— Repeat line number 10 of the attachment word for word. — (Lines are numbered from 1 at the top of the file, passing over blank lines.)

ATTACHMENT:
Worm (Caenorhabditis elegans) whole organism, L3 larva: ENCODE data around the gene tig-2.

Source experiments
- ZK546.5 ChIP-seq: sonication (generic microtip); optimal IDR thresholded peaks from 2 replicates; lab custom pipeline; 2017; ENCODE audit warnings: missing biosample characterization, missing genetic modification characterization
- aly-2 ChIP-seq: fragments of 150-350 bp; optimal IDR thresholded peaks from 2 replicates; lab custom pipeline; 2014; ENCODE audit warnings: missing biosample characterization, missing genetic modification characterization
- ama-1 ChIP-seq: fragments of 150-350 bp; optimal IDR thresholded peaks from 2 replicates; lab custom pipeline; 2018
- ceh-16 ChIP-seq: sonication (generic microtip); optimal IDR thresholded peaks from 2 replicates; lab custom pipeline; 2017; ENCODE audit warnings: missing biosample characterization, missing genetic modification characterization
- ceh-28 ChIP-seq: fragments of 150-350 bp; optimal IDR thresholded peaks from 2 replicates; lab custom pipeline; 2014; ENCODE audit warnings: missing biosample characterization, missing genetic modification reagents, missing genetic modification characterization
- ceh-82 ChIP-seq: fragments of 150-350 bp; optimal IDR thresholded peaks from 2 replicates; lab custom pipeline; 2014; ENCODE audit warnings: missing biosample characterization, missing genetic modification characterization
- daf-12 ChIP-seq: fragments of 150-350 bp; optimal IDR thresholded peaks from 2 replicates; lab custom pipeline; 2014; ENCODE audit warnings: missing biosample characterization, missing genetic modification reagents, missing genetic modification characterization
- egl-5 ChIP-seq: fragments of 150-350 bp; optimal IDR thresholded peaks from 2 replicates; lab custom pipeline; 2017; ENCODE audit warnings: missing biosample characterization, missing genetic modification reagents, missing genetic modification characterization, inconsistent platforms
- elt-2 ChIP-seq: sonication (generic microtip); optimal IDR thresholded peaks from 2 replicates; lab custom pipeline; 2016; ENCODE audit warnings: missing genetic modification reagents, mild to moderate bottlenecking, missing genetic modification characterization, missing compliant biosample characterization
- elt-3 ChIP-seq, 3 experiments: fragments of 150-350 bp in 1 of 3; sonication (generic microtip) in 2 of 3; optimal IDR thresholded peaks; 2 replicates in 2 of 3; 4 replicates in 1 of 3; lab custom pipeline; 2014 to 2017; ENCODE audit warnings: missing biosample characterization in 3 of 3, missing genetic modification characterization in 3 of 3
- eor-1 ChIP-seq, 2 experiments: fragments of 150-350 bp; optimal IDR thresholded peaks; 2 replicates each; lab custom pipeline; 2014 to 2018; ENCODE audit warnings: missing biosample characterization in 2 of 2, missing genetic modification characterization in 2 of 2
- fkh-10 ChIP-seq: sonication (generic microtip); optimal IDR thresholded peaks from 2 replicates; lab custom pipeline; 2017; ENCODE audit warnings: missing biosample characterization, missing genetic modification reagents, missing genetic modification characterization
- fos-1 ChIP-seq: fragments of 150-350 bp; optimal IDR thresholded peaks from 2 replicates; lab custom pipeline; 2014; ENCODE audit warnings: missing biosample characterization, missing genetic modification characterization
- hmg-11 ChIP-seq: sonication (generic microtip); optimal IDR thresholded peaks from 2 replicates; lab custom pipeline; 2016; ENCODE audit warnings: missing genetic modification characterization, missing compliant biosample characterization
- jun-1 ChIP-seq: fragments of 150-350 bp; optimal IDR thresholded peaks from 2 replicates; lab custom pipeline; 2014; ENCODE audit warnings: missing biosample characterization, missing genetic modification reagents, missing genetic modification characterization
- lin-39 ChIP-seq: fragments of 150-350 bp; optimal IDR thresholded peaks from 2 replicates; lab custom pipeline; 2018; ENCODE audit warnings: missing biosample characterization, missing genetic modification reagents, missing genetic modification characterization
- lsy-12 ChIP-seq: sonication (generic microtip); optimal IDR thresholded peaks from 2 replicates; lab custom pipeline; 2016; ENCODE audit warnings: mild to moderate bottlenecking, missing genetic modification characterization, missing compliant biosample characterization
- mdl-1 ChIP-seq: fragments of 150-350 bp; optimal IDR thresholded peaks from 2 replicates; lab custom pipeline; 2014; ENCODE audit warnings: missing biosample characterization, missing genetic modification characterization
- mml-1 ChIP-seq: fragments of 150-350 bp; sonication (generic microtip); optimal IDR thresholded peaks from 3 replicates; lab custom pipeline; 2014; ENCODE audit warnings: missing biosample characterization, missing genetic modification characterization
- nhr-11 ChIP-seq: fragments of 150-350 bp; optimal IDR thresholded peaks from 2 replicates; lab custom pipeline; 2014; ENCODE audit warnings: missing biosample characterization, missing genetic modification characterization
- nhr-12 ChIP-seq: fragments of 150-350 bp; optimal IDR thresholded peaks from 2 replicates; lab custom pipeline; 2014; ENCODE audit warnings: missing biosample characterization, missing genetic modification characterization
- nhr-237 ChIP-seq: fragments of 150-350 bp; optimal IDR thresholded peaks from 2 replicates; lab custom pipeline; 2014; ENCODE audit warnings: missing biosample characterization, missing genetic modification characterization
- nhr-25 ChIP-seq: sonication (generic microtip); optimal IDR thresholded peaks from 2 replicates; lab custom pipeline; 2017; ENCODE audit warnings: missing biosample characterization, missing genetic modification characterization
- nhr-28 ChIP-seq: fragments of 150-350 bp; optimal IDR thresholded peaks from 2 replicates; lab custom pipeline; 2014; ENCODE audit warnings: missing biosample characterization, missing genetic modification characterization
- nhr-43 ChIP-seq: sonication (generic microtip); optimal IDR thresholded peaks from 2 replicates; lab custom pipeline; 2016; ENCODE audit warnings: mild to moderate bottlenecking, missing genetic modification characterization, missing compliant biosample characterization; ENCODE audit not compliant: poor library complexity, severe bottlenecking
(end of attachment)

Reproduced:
- egl-5 ChIP-seq: fragments of 150-350 bp; optimal IDR thresholded peaks from 2 replicates; lab custom pipeline; 2017; ENCODE audit warnings: missing biosample characterization, missing genetic modification reagents, missing genetic modification characterization, inconsistent platforms